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Russia braced for ‘influx of offenders’ as Wagner prisoners return

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Russia’s war-time society is braced for a “sudden influx of often violent offenders” as Wagner Group convicts are set to receive their release from Ukraine, and indeed prison, “in the coming weeks”, the British Ministry of Defence has said. In its latest update on Twitter, the British MoD reported that, given the peak for Wagner Group recruitment from Russian prisons was in autumn last year, and that many were hired on six-month contracts, it can be expected that those that survived the last half a year of war in Ukraine will be returning home.

Russian human rights activists have complained that the inbound mercenaries will lead to a “colossal relapse of criminal behaviour” as civilians urged their children to “not to run around alone in the coming days”.

In a statement on Tuesday morning, the MoD said: “In the coming weeks, thousands of Russian convicts who have fought for Wagner Group are likely to be pardoned and released. Wagner prisoner recruitment peaked in autumn 2022, with inmates being offered commutation of their sentences after six months of service.

“Although approximately half of the prisoners recruited have likely been killed or wounded, evidence from Russia suggests the group is following through on its promise to free survivors.

“The certificates issued to freed Wagner veterans claim to have been endorsed by the decree of President Putin. With Wagner now likely banned from recruiting more prisoners, this exodus will worsen its personnel problems.

“In addition, the sudden influx of often violent offenders with recent and often traumatic combat experience will likely present a significant challenge for Russia’s war-time society.”

Videos of Wagner Group chief Yevgeny Prigozhin addressing prisoners last year in an effort to recruit them to fight in Ukraine showed that the Russian oligarch will employ any type of criminal for his mercenary outfit.

During clips from one 15-minute speech to prisoners delivered last November, Prigozhin could be heard saying he “needed their criminal talent” and suggesting the longer a convict had left to serve, the more suitable they were for the Wagner Group.

He also joked about the benefits of employing those that had “beaten a police officer”, to which the crowd of prisoners laughed.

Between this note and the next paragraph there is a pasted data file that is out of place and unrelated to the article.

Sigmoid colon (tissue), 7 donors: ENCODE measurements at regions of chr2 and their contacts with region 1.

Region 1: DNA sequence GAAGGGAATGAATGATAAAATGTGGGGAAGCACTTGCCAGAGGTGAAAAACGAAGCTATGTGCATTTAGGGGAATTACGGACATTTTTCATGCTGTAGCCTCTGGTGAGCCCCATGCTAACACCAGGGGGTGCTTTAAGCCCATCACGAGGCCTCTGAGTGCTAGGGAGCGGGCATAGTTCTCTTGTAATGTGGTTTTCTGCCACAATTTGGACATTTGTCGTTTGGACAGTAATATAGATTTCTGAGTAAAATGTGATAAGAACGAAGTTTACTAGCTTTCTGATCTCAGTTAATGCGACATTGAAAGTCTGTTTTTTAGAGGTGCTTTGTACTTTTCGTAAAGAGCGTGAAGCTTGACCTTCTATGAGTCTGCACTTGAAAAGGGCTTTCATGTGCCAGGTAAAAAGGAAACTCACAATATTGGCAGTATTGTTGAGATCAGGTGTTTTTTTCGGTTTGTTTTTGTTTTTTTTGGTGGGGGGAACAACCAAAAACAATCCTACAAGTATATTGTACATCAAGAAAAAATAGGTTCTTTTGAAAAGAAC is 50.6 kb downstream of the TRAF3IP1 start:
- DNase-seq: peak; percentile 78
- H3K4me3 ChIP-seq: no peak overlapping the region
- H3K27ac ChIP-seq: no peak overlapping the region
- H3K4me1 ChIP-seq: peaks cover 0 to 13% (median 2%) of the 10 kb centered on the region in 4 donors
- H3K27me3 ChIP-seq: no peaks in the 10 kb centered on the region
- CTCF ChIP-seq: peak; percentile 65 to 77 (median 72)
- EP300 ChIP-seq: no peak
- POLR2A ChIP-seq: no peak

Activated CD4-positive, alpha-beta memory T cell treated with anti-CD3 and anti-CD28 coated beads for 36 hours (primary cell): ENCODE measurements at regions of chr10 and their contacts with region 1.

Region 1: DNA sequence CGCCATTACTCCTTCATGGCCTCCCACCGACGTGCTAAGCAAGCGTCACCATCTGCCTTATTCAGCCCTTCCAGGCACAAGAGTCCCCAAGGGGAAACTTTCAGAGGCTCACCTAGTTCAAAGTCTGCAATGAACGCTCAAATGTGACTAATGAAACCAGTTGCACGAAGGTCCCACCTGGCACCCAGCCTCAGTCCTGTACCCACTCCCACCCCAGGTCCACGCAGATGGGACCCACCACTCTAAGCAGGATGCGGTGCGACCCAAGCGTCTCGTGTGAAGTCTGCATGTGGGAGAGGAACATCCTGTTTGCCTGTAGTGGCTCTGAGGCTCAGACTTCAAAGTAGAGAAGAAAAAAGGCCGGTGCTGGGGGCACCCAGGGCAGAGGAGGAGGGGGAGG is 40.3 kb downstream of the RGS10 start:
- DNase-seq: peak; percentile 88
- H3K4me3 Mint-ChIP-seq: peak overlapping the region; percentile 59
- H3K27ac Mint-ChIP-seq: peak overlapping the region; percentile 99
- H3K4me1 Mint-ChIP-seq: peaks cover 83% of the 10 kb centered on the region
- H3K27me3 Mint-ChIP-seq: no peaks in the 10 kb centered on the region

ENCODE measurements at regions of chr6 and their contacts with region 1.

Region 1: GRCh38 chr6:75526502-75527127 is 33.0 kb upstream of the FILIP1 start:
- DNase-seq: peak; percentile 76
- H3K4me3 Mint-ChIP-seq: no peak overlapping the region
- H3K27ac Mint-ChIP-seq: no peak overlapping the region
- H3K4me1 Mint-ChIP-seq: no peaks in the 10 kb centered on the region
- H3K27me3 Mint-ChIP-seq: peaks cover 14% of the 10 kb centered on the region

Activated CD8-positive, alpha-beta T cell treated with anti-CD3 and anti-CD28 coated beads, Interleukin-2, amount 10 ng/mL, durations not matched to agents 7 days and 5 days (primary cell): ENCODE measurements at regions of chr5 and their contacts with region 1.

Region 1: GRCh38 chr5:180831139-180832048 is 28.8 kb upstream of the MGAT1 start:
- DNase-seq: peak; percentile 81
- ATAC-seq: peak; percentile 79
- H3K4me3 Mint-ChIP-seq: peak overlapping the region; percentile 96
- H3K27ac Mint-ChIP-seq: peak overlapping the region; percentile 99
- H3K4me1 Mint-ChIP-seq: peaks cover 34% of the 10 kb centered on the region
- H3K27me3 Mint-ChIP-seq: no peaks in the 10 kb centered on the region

In another video, he admitted that those serving prison sentences for sexual crimes, including rape, would not be discriminated against and would be considered for a Wagner Group contract.

He also appeared to encourage murderers, who he suggested would be best suited to fighting in Ukraine.

Many of the Wagner Group fighters have already died in Ukraine, having been used as cannon-fodder for sacrificial human wave attacks intended to soak up Ukrainian munitions, particularly in the city of Bakhmut.

But the prospect of those that survived the harrowing fighting in eastern Ukraine returning to Russia, shell-shocked and with a history of criminality, has left many civilians terrified.

Ivan Melnikov, a Russian human rights activist said that a “colossal relapse of criminal behaviour” was imminent in Russia if “nothing is done” to address the returning fighters.

He said: “Now another group of prisoners are returning from the [war] zone. It is necessary to understand whether psychologists have worked with them?”

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Melnikov cited data that at least half of Russian convicts who were released would probably end up in prison again.

One Wagner Group fighter released in February, Anatoly Salmin, sparked fear in his Russian neighbourhood of Pikalevo, just 155 miles east of St Petersburg, when he returned.

A convicted thief and murderer, his stint in Ukraine permitted him to escape prison years ahead of schedule.

A local resident, who has known Salmin for many years, told the Guardian: “We started seeing him in town a few weeks ago.

“He is a dangerous man, we all know what he did to his friend. I told my kids not to run around alone in the coming days.

“It wasn’t just what he did to his friend, he stole from people, got in many fights and was harassing girls. He drank a lot, used drugs and was violent.”

A person, who wished to remain anonymous, added: “We don’t want such people back in Pikalevo,” “What kind of hero is he?”

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